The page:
Tired of ads?
Join today and never see them again.
Bill Bryson might not ever become the mountain man of his dreams, but he proves himself to be quite the hiker by the end of A Walk in the Woods. More importantly, however, the experience helps him come to terms with his age, his nationality, and his personal relationships. Dang. Maybe it's time for us to walk the Appalachian Trail, too?
Bryson's life is at an interesting point when we first meet him. He's recently moved back to the United States after spending most of his adulthood in England, which might explain his desire to reacquaint himself with his homeland. So it's actually an amazing coincidence that he "happened upon a path that vanished into a wood" while ambling around his house one day (1.1.1). And, yes, you guessed it—this tiny path leads directly to the Appalachian Trail.
Still, he probably didn't expect to tackle the Appalachian Trail with Stephen Katz, of all people. Although they were bros when they were younger, they now only "remained friends in a kind of theoretical sense" because their "paths had diverged wildly" (1.2.19). And to be honest, they weren't that great of friends in the first place—Katz used to drive Bryson crazy. Despite these glaring red flags, Bryson is too focused on the Appalachian Trail itself to think too much about his choice of a buddy.
Billy Boy gets quite the wake-up call when he actually begins the AT. The hike is tough from moment one, partially because Bryson hasn't gone hiking in a while, and partially because the dude is just getting old. Interestingly, however, Bryson and Katz actually get along pretty well. Sure, there are occasional moments when they beef like they're in a West Coast vs. East Coast feud, but things get along like gravy for the most part.
Eventually, Bryson realizes that it'll be impossible for them to hike the entire AT. He actually learns this in the most bummer-y way possible: he sees a four-foot map of the AT and realizes that they've only "done the bottom two inches" after several weeks of grueling hiking (1.8.15). Surprisingly, this doesn't really upset him. Instead, it frees him from the pressure of hiking the whole trail and allows him to actually enjoy the experience.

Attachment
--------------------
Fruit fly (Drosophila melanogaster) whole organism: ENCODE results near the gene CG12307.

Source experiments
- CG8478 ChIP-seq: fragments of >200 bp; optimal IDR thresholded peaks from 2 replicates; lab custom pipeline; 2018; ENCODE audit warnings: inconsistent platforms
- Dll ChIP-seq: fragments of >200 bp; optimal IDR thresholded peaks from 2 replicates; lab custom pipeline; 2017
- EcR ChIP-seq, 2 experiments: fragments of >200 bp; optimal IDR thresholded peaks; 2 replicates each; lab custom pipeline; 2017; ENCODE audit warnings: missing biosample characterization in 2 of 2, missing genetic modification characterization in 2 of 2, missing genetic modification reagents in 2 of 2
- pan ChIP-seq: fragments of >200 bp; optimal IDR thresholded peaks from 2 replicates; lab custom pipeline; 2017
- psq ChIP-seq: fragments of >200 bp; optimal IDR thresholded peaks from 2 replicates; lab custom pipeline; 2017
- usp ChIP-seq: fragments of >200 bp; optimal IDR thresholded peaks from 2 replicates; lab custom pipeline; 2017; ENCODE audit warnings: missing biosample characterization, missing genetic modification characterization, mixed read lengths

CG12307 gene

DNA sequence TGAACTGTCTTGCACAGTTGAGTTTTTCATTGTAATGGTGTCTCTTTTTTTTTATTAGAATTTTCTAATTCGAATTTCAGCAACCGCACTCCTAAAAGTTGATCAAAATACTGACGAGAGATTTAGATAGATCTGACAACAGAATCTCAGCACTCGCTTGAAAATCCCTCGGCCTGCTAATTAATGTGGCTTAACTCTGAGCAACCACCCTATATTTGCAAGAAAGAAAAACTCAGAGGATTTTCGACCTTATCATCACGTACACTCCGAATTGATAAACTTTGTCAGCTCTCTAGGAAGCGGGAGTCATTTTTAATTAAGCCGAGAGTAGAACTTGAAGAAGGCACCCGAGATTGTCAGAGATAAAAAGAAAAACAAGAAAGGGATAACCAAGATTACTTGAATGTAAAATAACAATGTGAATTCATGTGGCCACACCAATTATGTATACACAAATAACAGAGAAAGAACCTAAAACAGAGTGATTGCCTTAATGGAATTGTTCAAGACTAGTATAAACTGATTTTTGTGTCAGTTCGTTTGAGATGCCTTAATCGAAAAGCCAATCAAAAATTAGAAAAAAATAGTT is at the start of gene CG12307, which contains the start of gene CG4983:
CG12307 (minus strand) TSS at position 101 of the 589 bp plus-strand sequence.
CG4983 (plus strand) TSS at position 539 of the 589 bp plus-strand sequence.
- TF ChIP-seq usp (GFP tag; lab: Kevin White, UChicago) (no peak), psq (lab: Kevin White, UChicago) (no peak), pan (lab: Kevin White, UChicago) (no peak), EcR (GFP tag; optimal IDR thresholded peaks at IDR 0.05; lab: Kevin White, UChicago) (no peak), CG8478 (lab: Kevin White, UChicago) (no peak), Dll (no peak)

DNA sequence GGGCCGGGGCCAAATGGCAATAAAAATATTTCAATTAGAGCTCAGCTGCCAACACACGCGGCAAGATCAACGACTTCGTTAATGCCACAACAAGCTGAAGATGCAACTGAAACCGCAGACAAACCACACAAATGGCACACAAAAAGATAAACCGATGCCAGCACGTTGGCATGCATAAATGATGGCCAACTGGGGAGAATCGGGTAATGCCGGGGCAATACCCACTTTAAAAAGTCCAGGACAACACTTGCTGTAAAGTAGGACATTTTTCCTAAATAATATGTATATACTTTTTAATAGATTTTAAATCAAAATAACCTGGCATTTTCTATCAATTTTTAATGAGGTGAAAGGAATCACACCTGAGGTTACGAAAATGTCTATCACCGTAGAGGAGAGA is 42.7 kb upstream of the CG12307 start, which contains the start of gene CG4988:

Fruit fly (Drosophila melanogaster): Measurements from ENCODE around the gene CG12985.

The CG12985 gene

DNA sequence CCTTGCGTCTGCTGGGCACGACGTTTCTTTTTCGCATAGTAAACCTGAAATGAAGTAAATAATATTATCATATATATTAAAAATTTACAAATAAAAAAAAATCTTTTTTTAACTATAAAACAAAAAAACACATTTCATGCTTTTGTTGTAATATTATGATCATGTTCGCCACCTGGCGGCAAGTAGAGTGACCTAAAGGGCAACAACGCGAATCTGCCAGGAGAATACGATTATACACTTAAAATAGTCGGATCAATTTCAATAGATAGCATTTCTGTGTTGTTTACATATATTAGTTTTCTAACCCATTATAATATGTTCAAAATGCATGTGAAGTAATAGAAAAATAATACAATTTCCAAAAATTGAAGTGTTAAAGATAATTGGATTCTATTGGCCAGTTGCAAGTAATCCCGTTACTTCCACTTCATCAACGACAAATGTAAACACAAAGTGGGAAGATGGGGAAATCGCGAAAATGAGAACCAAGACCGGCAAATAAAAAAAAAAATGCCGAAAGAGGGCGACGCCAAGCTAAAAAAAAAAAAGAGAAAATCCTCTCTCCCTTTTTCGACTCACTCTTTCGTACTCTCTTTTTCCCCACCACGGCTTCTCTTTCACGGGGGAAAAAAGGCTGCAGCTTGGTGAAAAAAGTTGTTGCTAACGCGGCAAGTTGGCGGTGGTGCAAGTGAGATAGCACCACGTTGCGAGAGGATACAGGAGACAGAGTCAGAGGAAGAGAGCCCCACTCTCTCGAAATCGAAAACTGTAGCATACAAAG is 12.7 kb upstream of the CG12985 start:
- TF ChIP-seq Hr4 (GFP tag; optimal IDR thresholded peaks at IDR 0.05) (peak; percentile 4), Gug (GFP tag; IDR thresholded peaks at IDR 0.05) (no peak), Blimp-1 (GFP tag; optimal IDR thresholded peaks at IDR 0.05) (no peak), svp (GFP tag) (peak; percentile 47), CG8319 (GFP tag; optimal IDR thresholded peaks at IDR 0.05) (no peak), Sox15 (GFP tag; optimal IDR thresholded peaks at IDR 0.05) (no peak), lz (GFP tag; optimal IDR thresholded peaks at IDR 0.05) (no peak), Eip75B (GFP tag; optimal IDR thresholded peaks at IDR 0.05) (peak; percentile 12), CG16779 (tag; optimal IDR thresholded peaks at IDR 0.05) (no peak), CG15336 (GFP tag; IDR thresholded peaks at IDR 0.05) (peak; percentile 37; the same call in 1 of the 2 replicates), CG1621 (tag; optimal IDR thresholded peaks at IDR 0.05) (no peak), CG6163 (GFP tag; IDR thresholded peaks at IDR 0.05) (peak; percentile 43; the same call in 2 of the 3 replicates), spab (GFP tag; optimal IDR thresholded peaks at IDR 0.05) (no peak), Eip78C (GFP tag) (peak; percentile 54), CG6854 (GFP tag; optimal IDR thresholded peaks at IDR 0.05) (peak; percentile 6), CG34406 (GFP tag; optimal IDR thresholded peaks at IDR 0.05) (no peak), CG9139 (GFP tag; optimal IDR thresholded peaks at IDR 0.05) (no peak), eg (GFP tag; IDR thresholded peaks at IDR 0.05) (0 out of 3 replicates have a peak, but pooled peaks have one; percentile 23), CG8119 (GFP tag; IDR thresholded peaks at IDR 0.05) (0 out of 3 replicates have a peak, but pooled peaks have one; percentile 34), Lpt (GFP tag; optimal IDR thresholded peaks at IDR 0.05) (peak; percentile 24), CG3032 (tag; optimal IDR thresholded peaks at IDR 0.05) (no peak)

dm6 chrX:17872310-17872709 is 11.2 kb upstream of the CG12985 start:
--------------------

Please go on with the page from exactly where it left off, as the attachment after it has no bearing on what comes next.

It also allows Bryson to focus on his friendship with Katz. He actually tries to hike the AT solo for a while, but find it incredibly unfulfilling (due, no doubt, to a Katz-sized hole in his heart). We see further evidence of this when Bryson freaks out over Katz' alcohol relapse. While this event certainly deserves a strong response, the fact that Bryson sees it as a "deep, foolish betrayal" of their friendship shows how much he secretly cares for Katz (2.19.144).
As you might've guessed, they never end up completing the entire trail—they don't even make it through Maine. This forces Bryson to finally admit that they "weren't boys anymore" and shouldn't be diving into such a foolhardy venture likes this (2.20.33). Like his realization that they can't hike the entire AT, however, this actually comforts Bryson, allowing him to finally feel comfortable with his place in the world. If nothing else, he'll walk away from this experience with a rekindled friendship with the kooky Stephen Katz.